Mass censorship and burial of truth under Yemen’s Houthis
The dreams of the ordinary Yemeni citizen for freedom after Ali Abdullah Saleh was shattered as the Houthis began to violate the most basic freedoms and liberties – press freedoms included.
Under the Houthis, dissidents are subject to enforced disappearance or imprisonment where they are tortured, denied visitation rights, and prevented from medical care.
Shortly after the Houthi coup, media outlets that opposed the rebels were closed down, or commandeered.
One of the most prominent outlets hijacked by the Houthis was the state news agency Saba News which fell under Houthi control in January 2015, after its headquarter in Yemen’s capital city was ransacked.
Outlets that do not toe the Houthi line remain a target.
|One of the most prominent outlets hijacked by the Houthis was the state news agency Saba News which fell under Houthi control in January 2015|
For more than two years, the Houthis have been carrying out arrests and kidnappings against an increasing number of opposition writers and activists, especially journalists.
Thousands of political prisoners are still being held behind Houthi prison bars, many of them journalists.
Last month, Reporters without Borders launched an urgent appeal for the release of 10 journalists held in Houthi prisons, saying the detainees were living in difficult conditions.
The watchdog confirmed that it had information on five journalists detained by the Houthi group in the Political Security Prison in Sanaa.
"While the country is facing a catastrophic political, security and humanitarian situation, journalists are being targeted in this cycle of conflict, where they are seen as suspects," said Alexandra Al-Khazen, director of the Middle East office at the organisation.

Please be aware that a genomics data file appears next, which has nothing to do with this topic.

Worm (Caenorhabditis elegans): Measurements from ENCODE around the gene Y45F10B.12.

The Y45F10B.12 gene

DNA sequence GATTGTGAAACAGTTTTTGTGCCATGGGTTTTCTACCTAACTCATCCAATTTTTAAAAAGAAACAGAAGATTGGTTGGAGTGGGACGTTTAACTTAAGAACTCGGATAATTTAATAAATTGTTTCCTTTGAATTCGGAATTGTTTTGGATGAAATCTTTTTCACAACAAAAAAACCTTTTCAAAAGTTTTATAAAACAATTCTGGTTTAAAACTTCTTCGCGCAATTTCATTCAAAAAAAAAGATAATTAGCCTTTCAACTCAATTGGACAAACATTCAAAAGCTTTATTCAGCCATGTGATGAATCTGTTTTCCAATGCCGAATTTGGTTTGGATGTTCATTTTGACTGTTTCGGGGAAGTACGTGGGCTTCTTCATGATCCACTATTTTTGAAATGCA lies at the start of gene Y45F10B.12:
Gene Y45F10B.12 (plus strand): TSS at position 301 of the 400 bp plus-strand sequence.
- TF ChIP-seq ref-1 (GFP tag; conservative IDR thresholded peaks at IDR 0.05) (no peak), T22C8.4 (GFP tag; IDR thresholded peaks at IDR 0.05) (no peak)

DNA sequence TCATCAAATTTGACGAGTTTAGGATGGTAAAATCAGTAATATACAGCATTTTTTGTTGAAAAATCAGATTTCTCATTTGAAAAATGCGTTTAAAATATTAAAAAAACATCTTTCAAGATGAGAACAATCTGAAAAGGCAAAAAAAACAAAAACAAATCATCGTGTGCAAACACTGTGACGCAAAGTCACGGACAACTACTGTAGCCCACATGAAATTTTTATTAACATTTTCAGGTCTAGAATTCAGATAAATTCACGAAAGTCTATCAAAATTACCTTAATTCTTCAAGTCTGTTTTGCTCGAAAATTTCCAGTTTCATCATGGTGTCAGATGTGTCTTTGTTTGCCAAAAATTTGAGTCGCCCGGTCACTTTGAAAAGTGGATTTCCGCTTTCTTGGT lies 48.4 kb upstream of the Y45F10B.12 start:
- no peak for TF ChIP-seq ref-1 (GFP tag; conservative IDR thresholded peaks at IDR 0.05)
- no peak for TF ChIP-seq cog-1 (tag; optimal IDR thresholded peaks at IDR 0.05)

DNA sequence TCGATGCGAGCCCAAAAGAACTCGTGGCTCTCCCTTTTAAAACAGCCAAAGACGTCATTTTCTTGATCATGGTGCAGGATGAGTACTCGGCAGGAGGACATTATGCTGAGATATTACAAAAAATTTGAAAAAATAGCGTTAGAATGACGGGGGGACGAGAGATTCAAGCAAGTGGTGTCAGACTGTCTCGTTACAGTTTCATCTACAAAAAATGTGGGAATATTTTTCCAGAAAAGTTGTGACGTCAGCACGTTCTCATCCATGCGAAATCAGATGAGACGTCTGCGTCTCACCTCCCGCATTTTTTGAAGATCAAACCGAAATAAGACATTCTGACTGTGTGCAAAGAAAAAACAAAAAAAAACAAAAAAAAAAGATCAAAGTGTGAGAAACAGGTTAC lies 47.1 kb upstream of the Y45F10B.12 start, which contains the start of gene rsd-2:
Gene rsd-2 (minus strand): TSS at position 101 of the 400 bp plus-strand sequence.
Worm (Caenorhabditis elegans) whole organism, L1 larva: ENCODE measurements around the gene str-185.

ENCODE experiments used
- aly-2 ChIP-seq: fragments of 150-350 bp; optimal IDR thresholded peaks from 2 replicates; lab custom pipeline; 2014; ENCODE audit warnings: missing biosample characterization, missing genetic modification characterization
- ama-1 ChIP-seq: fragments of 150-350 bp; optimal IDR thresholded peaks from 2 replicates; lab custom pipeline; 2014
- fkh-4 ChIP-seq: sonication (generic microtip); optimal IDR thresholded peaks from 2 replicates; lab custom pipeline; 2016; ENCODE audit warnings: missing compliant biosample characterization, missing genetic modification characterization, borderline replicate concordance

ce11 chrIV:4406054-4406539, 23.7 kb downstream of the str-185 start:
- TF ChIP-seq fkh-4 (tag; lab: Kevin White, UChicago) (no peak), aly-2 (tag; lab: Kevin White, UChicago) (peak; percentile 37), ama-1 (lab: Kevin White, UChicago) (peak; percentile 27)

|While the country is facing a catastrophic political, security and humanitarian situation, journalists are being targeted in this cycle of conflict, where they are seen as suspects|
Families of these prisoners are not allowed to provide their relatives with medicines and clothing.
In another documented case, journalists Abdullah Qabal and Yousef al-Eizari were were killed in an air attack by the Saudi-led coalition's airliner on a Houthi military base. They were being held by the Houthis in an explosives storeroom at the base in Dhamar province to the south of Sanaa.
Last year, a group of activists called for the release of journalists detained by the Houthis, including 10 who have been detained and tortured for more than two years without trial.
The activists launched a hashtag on social media, ‘Houthis torture journalists’, to draw the international community’s attention to the deteriorating situation of the detained journalists in Houthi prisons.
The Houthis reacted to the campaign by transferring the detainees to an unknown destination, before families were even able to reach the initial location of some of the detainees.
In addition to torturing, kidnapping and holding journalists in dangerous places, the Houthis have managed to silence much of the opposition media.
Anti-Houthi Yemeni journalists have resorted to sacrificing their media careers, while many of them fled the country in search of safety in Saudi Arabia, Turkey and elsewhere.
|Anti-Houthi Yemeni journalists have resorted to sacrificing their media careers, while many of them fled the country in search of safety in Saudi Arabia, Turkey and elsewhere|
In some cases, for personal safety, independent media outlets and journalists who are unable to leave Yemen had found themselves in the position of having no choice, but to align themselves with Houthi media trends.
The religious motivation behind such censorship must not be ignored either. Many observers believe that the freedom of expression in Yemen is also suffering from the ideological vision of the Houthis imposed on all the visual, and audio media.
Like any religious group, the Houthis believe that all the media must adhere to the obedience of the "Leader of the Islamic Revolution," Abdul-Malik al-Houthi.
Since fundamentally the Houthi group is at large religiously motivated, they tend to look at different issues through religious angles and journalists straying from a religiously sectarian motivated discourse could find themselves facing serious recriminations.
According to Reporters without Borders, Yemen is ranked 170th (out of 180 countries) on the World Press Freedom Rating.
With censorship, torture, and forced disappearance under the Houthi rule, Yemen is sinking further into a press freedoms dystopia.
Mohammed Jumeh is a columnist and editor of Al-Quds Al-Arabi, as well as a Member of the Yemeni National Dialogue Conference in Yemen. He holds a doctorate in Texts translation and has published a number of studies for various policy centres. Follow him on Twitter: @MJumeh
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